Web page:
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IRAQ

One Exit Strategy: Just Leave

If the worst happens, voters won't beat up Bush for beating a retreat.

June 01, 2003|Walter Russell Mead | Walter Russell Mead, a contributing editor to Opinion, is senior fellow for U.S. foreign policy at the Council on Foreign Relations. He is the author of "Special Providence: American Foreign Policy and How It Changed the World."

NEW YORK — With U.S. forces continuing to take casualties eight weeks after the fall of Baghdad, the security situation is deteriorating, and progress toward a stable and democratic Iraq looks troubled and slow. Around the world, critics of the U.S.-led invasion, and of the assertive unilateralism of the Bush administration, are licking their chops. The chorus is starting to rise: "I told you so."

Now, say the critics, the administration will begin to learn some facts of life. Now it will realize that Old Europe knows a thing or two about the Middle East. Washington is learning the hard way what France learned when it failed to suppress the rebellion in Algeria and what Britain learned during its first, failed occupation of Iraq. Caught between its high-profile public commitment to build democracy first in Iraq and then throughout the Middle East and the sputtering resistance and failure on the ground, the U.S. is going to lose the peace, the critics predict.

The critics have a point. Several, in fact.

Clearly, the Bush people's postwar planning was neither as thorough nor as brilliant as the military work that went into the invasion. But barring what remains an almost inconceivable worst-case scenario -- terrorism combining with a popular uprising to drive the U.S. out of Iraq and leave a hostile regime in power -- the administration will be able to manage most of the consequences of a troubled reconstruction.

Part of the reason is context. So far, from the administration's standpoint, even counting the postwar chaos -- and the failure to find obvious weapons of mass destruction -- the war worked. The successful military operation, confounding domestic critics who had warned of Mogadishu-like street fighting in Baghdad, strengthened the administration's hold on the public trust. In wartime, most Americans instinctively trust their president unless they get good reasons not to. At this point, it would take a lot to reverse public support for Bush, who is seen as decisive and determined.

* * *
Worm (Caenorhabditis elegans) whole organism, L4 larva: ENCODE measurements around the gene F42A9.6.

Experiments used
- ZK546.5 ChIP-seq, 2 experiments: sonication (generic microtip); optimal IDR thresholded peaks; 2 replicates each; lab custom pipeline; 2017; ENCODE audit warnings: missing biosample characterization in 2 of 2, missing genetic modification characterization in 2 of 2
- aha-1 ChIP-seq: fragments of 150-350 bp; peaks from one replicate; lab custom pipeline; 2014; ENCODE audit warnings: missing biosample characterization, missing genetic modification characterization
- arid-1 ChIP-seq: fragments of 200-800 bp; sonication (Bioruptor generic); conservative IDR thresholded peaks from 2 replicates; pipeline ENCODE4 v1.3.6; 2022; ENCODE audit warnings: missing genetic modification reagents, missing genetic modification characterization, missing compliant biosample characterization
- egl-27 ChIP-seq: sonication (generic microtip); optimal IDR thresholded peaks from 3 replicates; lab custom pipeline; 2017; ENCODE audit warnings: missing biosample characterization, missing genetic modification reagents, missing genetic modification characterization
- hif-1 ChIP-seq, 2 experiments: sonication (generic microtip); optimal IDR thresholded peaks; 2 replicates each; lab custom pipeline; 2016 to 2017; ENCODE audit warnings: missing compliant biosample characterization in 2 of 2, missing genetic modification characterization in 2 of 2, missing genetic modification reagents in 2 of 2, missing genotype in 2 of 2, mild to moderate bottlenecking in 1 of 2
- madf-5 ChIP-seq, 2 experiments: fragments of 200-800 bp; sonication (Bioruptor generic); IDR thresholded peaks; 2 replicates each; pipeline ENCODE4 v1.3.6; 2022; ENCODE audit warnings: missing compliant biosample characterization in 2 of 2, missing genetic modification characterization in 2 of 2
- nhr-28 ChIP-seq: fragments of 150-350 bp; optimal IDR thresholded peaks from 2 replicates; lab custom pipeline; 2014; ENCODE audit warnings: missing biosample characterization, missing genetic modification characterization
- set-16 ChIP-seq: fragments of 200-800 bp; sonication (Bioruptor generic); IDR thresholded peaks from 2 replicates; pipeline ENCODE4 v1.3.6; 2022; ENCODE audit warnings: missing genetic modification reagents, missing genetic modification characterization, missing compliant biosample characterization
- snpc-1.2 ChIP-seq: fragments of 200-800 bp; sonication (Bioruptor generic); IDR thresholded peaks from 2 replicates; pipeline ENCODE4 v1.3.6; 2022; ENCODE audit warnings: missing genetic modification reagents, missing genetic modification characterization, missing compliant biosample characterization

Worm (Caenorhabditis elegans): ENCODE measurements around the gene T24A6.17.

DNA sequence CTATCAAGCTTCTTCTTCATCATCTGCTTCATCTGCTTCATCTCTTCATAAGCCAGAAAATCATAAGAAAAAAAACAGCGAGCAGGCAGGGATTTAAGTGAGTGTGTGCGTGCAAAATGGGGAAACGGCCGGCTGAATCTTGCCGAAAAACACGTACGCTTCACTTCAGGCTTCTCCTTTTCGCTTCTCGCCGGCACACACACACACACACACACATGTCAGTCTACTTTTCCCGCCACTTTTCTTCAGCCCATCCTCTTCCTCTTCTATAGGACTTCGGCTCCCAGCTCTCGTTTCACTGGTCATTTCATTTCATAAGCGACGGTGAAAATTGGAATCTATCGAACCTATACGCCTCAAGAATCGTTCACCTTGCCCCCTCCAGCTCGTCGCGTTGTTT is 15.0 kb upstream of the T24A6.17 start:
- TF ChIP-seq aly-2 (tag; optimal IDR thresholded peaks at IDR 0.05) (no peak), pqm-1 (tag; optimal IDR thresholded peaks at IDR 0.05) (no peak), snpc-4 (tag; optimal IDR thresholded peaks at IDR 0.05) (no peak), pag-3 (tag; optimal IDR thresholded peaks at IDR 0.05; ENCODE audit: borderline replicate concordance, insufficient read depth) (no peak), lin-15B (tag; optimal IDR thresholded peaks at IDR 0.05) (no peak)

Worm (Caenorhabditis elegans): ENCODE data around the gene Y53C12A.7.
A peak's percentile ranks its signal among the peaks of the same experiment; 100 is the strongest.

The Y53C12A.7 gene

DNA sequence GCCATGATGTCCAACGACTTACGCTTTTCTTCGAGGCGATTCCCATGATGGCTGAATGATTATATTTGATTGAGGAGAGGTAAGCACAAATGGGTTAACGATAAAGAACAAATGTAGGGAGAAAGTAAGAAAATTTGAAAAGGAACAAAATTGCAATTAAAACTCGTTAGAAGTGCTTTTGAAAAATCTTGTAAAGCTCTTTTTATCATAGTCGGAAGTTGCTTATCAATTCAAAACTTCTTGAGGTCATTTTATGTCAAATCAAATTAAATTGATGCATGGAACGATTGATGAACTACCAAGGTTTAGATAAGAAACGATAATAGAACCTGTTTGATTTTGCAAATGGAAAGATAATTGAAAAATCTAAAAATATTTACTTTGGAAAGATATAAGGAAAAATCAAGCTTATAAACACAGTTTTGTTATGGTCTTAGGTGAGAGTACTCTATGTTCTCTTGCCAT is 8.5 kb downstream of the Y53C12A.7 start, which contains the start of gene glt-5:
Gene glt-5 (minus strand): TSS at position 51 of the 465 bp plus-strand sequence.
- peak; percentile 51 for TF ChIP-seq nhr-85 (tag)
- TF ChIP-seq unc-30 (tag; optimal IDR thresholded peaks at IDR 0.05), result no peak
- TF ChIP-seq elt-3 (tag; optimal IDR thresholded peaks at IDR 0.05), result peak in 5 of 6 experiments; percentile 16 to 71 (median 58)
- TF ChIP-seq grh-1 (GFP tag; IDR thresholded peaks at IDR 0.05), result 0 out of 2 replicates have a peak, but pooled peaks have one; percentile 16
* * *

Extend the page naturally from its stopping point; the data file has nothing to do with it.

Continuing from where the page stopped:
The war also worked overseas. Bush isn't trying to rebuild his links to foreign leaders; they are trying to rebuild their ties to him. French President Jacques Chirac is frantically calling the White House, not the other way around.

Globally, there is a sometimes grudging acceptance of the Iraqi fait accompli. France, though still bitter and still seeking to contain U.S. power, recognizes the need for "pragmatic" approaches after the war. Germany and Russia joined France in backing the U.S.-sponsored resolution at the U.N. Security Council that lifted sanctions against Iraq and provided for the appointment of a special U.N. representative to work with occupation authorities. Despite the obligatory posturing and ritual calls for a "multipolar world," Russia seems to be quietly inching toward the U.S. position of concern about Iran's nuclear program. China, partly preoccupied by the outbreak of severe acute respiratory syndrome, is relatively quiet.

The administration has thus played its cards well in the postwar diplomacy, combining threats against potential opponents like Syria and Iran with strokes for traditional allies in Europe and the Arab world. After the iron fist, the velvet glove. The decision to remove American forces from Saudi Arabia, along with the Al Qaeda attacks on civilian targets, has brought the Saudi and U.S. governments closer. Bush's attempt to restart a dialogue between Israel and the Palestinians has made life easier for moderate Arab regimes and narrowed the gap between the U.S. and its European allies on Middle East issues. The president's forthcoming trip to the Middle East and the degree to which he is putting his personal prestige behind the peace process also help. Any progress toward a Palestinian state or significant easing of the Israeli occupation will further improve U.S. standing.

All very true, critics say. But what if things come unglued in Iraq? What if law and order don't return, and the present low level of violence starts to rise and become better organized? What if the body count among U.S. forces continues to increase? Won't American public opinion demand a speedy retreat? And wouldn't a retreat that left Iraq still undemocratic undercut the U.S. further?

The short answer is that if Iraqi violence continues to rise, at some point the administration would go to Plan B: Find a general, turn the place over to him and go home.

If this happens, it would be a tragedy not only for Iraqis but for the democratic aspirations of the whole Middle East. For Bush, it might not be so bad.

True, strident voices from both the left and right would condemn the administration for betraying democracy. The Nation and the Weekly Standard would have their say; words like "hypocrisy" and "irresponsibility" would buzz on the talk shows. The great and the good would be saddened and shocked; the editorial and opinion pages would hum with tsk-tsks.

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